Whoever Degrades Another Degrades Me

Thomas Eakins, "Portrait of Walt Whitman"

Thomas Eakins, “Portrait of Walt Whitman”

I’ve been rereading “Song of Myself” in preparation for teaching our 18th-19th century English Language Literature survey (it will be my first time teaching Whitman) and have been struck by how relevant it is to many of our current issues, such as those dealing with immigration, GLBT rights, and the vulnerability of young black men. The poem was radical for its time and still packs a punch today.

Above all, “Song of Myself” is a powerful celebration of otherness and a strong argument for American diversity. As he writes in his 1855 introduction to Leaves of Grass,

The United States themselves are essentially the greatest poem. In the history of the earth hitherto the largest and most stirring appear tame and orderly to their ampler largeness and stir. . . Here is not merely a nation but a teeming nation of nations. Here is action untied from strings necessarily blind to particulars and details magnificently moving in vast masses. Here is the hospitality which forever indicates heroes. . .

I had President Obama’s Friday musings on race rolling around in my head as I read the poem and so was jolted by the following passage. It was written at a time when the draconian Dred Scott law for returning slaves to their masters was in effect. Note how Whitman imagines not only welcoming the runaway slave but ministering to him. Also note how, unlike George Zimmerman, he doesn’t pick up his gun but rather leaves it leaning in the corner:

The runaway slave came to my house and stopt outside,

I heard his motions crackling the twigs of the woodpile,

Through the swung half-door of the kitchen I saw him limpsy
and weak,

And went where he sat on a log and led him in and assured
 him,

And brought water and fill’d a tub for his sweated body and
bruis’d feet,

And gave him a room that enter’d from my own, and gave
him some coarse clean clothes,

And remember perfectly well his revolving eyes and his awkwardness,

And remember putting plasters on the galls of his neck and
ankles;

He staid with me a week before he was recuperated and
pass’d north,

I had him sit next me at table, my fire-lock lean’d in the corner.

When Obama said that “Trayvon Martin could have been me 35 years ago,” he was voicing the kind of identification that is central to “Song of Myself.” Here, for instance, is Whitman identifying with “the hounded slave” who has been shot:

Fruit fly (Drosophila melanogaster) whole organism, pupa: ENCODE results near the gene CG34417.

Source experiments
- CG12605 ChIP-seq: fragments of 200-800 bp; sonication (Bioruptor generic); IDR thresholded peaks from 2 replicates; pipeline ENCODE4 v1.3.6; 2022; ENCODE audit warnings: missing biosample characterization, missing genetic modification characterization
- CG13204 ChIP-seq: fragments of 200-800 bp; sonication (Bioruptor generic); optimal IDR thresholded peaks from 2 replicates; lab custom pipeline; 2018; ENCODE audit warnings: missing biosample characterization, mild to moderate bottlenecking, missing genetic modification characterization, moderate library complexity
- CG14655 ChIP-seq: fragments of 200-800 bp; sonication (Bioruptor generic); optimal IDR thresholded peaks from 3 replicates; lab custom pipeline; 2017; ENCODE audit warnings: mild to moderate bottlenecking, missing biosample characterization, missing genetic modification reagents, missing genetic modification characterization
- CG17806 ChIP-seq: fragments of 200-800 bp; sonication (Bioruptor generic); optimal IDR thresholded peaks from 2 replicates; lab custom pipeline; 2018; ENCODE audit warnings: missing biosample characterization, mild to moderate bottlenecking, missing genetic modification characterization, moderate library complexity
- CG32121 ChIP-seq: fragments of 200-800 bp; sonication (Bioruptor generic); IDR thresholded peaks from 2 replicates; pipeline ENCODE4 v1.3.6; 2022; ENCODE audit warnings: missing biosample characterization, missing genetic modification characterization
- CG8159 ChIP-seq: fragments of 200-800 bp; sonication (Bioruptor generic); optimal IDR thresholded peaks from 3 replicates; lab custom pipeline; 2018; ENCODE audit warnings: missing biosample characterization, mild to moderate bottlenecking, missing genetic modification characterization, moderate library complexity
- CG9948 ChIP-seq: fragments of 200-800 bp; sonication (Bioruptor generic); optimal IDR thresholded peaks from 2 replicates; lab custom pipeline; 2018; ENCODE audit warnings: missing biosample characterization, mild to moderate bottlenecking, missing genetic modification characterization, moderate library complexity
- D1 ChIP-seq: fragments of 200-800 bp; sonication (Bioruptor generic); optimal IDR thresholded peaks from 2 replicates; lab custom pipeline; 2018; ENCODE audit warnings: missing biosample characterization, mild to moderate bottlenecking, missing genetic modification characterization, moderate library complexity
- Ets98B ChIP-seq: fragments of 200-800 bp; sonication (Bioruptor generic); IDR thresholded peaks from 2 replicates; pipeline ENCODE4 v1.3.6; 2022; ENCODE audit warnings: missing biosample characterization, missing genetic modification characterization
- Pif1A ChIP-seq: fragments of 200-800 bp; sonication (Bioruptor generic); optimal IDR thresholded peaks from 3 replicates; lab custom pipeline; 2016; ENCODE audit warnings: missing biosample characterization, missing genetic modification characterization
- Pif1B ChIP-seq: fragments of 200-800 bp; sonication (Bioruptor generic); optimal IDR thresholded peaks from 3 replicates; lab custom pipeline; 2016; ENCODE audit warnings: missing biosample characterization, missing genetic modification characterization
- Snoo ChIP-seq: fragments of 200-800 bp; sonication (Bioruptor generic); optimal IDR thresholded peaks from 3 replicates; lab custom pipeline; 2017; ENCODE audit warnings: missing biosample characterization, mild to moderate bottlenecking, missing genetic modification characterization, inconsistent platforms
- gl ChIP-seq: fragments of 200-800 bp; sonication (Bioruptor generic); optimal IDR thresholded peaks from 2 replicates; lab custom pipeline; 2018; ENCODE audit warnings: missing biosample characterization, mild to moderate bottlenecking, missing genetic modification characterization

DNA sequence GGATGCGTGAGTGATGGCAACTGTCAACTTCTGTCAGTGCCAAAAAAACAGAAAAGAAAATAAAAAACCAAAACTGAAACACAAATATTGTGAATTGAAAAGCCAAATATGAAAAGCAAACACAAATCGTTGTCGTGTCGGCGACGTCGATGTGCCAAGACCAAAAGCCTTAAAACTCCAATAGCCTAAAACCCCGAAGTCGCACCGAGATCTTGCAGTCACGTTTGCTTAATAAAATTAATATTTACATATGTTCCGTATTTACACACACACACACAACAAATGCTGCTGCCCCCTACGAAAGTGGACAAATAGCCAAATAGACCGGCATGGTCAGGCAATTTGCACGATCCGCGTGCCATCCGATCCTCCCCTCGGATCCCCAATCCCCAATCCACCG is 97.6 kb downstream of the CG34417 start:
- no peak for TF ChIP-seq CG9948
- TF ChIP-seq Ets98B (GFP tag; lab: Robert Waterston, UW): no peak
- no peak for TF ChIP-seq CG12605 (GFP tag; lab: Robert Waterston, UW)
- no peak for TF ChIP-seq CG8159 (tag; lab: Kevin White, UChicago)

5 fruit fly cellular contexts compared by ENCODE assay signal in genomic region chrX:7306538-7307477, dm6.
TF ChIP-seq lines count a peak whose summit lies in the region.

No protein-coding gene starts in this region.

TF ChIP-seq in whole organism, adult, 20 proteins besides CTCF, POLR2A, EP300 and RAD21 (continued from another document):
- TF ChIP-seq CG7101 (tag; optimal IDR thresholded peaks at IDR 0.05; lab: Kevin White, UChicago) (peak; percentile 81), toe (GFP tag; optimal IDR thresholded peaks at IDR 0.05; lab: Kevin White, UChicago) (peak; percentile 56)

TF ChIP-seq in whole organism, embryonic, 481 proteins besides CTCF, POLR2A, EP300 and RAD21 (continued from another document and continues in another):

The disdain and calmness of martyrs,

The mother of old, condemn’d for a witch, burnt with dry wood, her children gazing on,

The hounded slave that flags in the race, leans by the fence,
 blowing, cover’d with sweat,

The twinges that sting like needles his legs and neck, the
 murderous buckshot and the bullets,

All these I feel or am. 

I am the hounded slave, I wince at the bite of the dogs,

Hell and despair are upon me, crack and again crack the
 marksmen,

I clutch the rails of the fence, my gore dribs, thinn’d with the
 ooze of my skin,

I fall on the weeds and stones,

The riders spur their unwilling horses, haul close,

Taunt my dizzy ears and beat me violently over the head with
 whip-stocks.

Agonies are one of my changes of garments,

I do not ask the wounded person how he feels, I myself
 become the wounded person,

My hurts turn livid upon me as I lean on a cane and observe.

In his poem, Whitman expresses a sentiment that captures how all of us, white as well as black, are impacted by the Martin case:

Whoever degrades another degrades me….and whatever is done or said returns at last to me,
And whatever I do or say I also return.

Whitman tells us he will accept nothing less than a democracy where all are treated equally:

I speak the password primeval….I give the sign of democracy;
By God! I will accept nothing which all cannot have their counterpart of on the same terms.

Whitman’s inclusiveness is such that there is a place for Zimmerman in it as well as Trayvon, killer as well as victim. Whitman does not approve of the oppressor, but he sees a part of himself even in him. As he famously puts it,

Do I contradict myself?
Very well then. . . . I contradict myself;
I am large. . . . I contain multitudes.

The president, in his remarks, challenged us to move beyond our narrow limits and imagine life as experienced by young black men. If we can do so, we become part of the great American tradition that Whitman sings. America when it is being big, not small.

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  • Mirjana

    Thank you for reminding me why Whitman was such a revelation to me thirty years ago. Brings back memories of late night readings and long discussions, and a poetry party in English we threw at my dormitory – as a tribute to Whitman.

    Hope you’re enjoying your summer,
    glad you’ll soon have the company of two of our best students.

    Love,
    Mirjana

  • Kathy Fine-Dare

    This is one of the best, yet, Robin. I have a lovely old copy of Leaves of Grass that I’m digging out to keep where I can see and read from daily.

  • Robin Bates

    Thanks, Kathy. Whitman never ceases to amaze.


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